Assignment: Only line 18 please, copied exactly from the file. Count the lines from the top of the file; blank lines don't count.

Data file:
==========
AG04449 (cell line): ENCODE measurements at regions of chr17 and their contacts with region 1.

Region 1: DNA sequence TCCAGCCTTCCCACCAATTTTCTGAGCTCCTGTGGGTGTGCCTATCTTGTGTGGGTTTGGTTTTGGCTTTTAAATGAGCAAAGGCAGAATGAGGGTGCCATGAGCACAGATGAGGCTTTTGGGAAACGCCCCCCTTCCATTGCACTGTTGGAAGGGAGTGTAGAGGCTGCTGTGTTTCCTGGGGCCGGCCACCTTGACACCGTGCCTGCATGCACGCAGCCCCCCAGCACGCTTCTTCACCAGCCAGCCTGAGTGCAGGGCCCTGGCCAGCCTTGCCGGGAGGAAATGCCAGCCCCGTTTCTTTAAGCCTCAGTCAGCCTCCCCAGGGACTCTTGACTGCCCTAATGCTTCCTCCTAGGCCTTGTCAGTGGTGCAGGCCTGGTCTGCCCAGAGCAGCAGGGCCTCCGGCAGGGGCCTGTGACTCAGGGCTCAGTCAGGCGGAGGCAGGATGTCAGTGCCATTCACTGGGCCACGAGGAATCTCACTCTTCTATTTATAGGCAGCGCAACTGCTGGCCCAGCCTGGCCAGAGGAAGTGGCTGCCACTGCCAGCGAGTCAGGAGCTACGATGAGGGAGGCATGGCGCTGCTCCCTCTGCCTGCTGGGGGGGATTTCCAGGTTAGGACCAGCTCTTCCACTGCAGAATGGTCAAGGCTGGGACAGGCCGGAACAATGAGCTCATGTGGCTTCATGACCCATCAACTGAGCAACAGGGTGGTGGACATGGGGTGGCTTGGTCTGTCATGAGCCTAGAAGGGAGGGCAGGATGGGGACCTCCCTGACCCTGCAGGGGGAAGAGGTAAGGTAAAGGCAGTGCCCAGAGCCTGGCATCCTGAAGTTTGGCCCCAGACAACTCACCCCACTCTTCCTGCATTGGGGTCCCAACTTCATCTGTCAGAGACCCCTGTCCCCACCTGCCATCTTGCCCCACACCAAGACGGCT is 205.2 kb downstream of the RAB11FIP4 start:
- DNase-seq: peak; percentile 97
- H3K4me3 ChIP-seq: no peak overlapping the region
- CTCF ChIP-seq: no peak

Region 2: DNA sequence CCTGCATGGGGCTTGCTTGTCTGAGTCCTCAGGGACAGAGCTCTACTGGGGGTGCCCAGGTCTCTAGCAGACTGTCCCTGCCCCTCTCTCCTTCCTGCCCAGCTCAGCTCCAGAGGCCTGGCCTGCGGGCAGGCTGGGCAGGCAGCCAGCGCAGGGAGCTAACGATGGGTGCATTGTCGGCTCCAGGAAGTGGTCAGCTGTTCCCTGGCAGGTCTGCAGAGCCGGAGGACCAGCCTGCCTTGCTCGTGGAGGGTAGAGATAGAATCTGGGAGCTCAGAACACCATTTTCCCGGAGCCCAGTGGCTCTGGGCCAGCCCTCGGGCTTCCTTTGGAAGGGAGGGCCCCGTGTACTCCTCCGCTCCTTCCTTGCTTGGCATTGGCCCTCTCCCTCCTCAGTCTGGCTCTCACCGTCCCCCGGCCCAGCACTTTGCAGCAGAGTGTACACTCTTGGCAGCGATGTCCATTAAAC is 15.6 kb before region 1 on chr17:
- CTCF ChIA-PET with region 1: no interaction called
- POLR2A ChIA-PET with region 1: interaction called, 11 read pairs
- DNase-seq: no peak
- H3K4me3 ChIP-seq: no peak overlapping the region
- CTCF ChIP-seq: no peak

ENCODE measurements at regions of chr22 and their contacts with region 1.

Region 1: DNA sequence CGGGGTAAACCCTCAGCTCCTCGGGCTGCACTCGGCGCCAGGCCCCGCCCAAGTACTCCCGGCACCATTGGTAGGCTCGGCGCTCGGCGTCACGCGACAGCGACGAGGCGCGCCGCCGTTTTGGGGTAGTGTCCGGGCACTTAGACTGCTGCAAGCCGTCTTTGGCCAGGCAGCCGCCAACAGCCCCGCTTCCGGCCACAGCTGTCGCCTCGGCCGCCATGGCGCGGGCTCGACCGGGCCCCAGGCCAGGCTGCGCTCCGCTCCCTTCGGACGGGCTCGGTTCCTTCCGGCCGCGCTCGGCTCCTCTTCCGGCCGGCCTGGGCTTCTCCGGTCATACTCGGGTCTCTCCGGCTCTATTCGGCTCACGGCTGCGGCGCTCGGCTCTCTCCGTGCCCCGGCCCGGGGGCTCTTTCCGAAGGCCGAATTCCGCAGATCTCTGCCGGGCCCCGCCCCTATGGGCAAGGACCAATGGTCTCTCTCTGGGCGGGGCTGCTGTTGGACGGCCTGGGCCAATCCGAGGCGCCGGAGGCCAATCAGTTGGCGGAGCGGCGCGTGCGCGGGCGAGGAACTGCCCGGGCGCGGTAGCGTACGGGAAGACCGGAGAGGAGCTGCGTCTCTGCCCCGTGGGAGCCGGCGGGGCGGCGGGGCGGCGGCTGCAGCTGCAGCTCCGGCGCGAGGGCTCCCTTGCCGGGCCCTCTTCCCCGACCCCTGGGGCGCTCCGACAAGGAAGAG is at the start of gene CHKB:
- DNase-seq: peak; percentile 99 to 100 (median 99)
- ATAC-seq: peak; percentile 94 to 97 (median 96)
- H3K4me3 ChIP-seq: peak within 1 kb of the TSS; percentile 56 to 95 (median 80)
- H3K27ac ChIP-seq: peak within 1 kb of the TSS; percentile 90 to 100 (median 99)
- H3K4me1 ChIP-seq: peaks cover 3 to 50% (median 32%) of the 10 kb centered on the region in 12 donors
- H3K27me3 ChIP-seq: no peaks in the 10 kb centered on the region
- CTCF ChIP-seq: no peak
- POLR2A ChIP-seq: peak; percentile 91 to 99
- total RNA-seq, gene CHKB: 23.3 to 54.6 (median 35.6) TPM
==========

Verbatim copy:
- H3K4me1 ChIP-seq: peaks cover 3 to 50% (median 32%) of the 10 kb centered on the region in 12 donors